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US: 2 Nations?

John Dolva

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An interesting article from Granma :


United States: two nations

Manuel E. Yepe

IN the mid-19th century, the Republican Party, representing the interests of nascent industrial capital in the North, won the military battle against the Southern Democratic Party, representing and defending the slave plantation and slavery itself.

However, the Southern institutions – including its religious system which justified slavery and defined whites as superior beings – did not disappear. The defeat suffered by the South profoundly affected its society which, from that point, perceived the North as alien, secularizing and foreign: an enemy that had to be fought. The Civil War which ended for the North in 1865, was only just beginning for the South.

The above is an appreciation by Nelson P. Valdés, a Cuban academic resident in the United States for 40 years, in an email interview.

According to this expert on U.S. history, Valdés who, until his recent retirement, was a professor at the University of New Mexico, the assassination of Abraham Lincoln by a Southerner in 1865 signified the first questioning of Northern power. And the same situation has continued up until today.

Since then the South has perceived itself as discriminated against by the power of the North. As family farms gradually disappeared (replaced by agribusinesses) those displaced ranchers opposed to the new capitalism – which, by paying low wages to Mexicans, made it impossible for the farmers to prosper – aligned themselves with the Southerners.

A Southern nationalism developed against the North. If one thinks of the United States as one single nation, this is not perceptible. But, in real terms, the country is made up of two nations with distinct dynamics, Professor Valdés emphasizes.

Those in the South were free traders because plantation owners in the South were dependent on cotton exports to Europe. Those of the North, who were industrializing, were protectionists, influenced by an ideology of self-employed work directed at depending on the labor of farmers in rural areas, with slaves or without them.

In the South, which extends geographically along the eastern coast to Virginia and reaches the doors of Washington, the plantation system dominated.

However, the military defeat of the South was not the defeat of the institutions of the South, nor of its ideology. The North became industrialized and over time (in this period) came to depend on finance, the banks and mortgages – given that industries disappeared with their export to the Third World. On the other hand, the South continued being agricultural until 1920, when large-scale oil drilling began in Texas, Louisiana and Alabama. So, it was in the South that, little by little, the powerful oil cartel developed.

In the South, where whites were in the majority poor but saw themselves as superior to the slaves, the Ku Klux Klan emerged in 1865. Its function was to de facto maintain what was prohibited by law. The prohibition on the black vote remained and only after another Northern intervention with federal troops 100 years later were the civil rights of African Americans legalized.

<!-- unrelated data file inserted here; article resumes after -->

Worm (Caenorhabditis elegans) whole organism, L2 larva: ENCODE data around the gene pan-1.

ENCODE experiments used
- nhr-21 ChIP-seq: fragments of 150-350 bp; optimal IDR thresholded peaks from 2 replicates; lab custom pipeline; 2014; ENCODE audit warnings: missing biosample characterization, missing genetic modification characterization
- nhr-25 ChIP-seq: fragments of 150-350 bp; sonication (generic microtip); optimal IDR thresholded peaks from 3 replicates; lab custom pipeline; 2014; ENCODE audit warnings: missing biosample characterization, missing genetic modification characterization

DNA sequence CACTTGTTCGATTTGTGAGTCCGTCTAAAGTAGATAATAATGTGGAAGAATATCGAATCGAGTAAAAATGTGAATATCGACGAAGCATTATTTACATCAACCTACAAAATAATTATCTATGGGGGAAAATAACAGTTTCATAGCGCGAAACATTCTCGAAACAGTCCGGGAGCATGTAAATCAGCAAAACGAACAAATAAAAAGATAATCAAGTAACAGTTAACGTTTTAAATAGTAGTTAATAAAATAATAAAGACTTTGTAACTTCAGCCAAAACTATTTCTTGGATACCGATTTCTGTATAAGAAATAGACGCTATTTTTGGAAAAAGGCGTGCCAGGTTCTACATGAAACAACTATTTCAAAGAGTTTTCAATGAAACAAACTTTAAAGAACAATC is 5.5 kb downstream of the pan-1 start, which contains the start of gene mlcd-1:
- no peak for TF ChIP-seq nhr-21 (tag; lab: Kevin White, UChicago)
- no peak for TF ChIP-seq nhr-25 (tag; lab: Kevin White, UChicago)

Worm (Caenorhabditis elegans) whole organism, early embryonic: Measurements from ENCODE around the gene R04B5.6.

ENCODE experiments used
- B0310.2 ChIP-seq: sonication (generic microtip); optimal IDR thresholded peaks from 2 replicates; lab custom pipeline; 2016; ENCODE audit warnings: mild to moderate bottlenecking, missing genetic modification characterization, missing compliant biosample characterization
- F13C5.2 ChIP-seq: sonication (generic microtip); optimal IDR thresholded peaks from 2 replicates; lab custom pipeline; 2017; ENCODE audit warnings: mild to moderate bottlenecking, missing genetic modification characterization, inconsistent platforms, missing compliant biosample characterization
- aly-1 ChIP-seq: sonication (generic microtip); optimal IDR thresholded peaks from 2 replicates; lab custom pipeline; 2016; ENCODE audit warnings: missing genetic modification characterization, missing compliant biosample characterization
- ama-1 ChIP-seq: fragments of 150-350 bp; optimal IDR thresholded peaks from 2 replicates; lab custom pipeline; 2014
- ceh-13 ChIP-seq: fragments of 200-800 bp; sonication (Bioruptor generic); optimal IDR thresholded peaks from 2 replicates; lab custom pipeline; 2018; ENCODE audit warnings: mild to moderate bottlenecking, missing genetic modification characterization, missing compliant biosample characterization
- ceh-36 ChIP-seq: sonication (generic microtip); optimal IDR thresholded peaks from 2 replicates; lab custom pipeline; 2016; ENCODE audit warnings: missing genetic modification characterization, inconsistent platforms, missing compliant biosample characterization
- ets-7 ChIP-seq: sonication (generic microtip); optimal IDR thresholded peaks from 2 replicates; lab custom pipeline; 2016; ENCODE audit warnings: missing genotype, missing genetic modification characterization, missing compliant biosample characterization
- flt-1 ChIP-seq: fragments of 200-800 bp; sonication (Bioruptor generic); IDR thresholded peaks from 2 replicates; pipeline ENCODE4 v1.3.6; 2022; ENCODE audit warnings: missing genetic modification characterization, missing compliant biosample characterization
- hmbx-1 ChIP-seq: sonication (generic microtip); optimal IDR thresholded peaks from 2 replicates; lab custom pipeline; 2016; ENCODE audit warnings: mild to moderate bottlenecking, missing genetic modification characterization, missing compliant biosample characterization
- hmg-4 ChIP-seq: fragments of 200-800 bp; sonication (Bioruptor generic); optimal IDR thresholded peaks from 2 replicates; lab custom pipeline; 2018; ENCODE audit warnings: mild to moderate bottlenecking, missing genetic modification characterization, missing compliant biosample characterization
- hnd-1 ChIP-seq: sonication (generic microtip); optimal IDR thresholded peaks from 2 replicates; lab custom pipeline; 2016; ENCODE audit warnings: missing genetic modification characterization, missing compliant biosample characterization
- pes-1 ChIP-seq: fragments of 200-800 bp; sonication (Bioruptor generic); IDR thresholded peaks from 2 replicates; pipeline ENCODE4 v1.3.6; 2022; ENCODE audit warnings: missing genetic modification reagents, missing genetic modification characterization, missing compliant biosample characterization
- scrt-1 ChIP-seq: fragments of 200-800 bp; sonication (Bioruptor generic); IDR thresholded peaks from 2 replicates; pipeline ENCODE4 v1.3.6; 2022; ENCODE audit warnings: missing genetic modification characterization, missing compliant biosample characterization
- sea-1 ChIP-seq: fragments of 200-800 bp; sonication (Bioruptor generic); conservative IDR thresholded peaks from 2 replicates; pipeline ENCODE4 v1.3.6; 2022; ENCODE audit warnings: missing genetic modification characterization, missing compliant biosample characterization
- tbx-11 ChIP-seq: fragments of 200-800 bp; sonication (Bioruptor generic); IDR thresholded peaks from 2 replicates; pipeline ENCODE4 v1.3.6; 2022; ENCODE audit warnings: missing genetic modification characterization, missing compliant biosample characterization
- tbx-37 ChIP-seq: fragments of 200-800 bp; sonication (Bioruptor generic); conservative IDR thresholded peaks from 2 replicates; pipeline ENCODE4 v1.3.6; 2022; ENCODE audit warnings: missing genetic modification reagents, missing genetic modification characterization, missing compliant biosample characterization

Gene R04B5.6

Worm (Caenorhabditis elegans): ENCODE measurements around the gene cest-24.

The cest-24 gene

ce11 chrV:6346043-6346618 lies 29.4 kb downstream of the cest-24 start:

The nationalist and conservative ideology was founded in the South within a tradition of identifying with the past. After all, the founding fathers acknowledged slavery and did not question it! The original constitution permitted slavery.

The religious aspect should not be overlooked. The ideology of revenge has a basis within the religion of the Southern Baptists. God chooses one group in particular and, for the Southerners, they are the chosen people – as against the Northerners. The expansion of the country before and after the Civil War was led by Southerners. And the same thing happened in the border states with Canada – where it merged with a Lutheran tradition from Northern Europe with its own racist attitudes. Many Southerners also went to Alaska. The state of Utah is populated by Mormons, whose racist theology has a Southern basis originating in the right-wing tradition of Arizona.

Ethnic and African-American groups have been influenced by this ideology via the gospel of prosperity and security that this movement has emphasized since the 19th century.

According to the Southern optic, President Barack Obama represents Northern interests. He is a Northerner (from Chicago), an African American and allied to the world of finance – the three elements that unite the Southern right against the North.

Nelson P. Valdés believes that the points of view of these two poles of U.S. policies on relations with Cuba should be perceived on the basis of the fact that Southerners are conservative and, for that reason, opposed, to the point of hatred, to progressive political ideas. For their part, the Democrats of the North are not interested in wasting political capital on the Cuba issue. This translates into it being a non-issue in the framework of this national situation.

Moreover, "Cubans in government have not understood that there are two nations in the United States, with two foreign policies."

When there is talk in the United States of blue and red states, above all in an election period, this is a reference to two nations. And for Professor Valdés, the one that is growing is the South.

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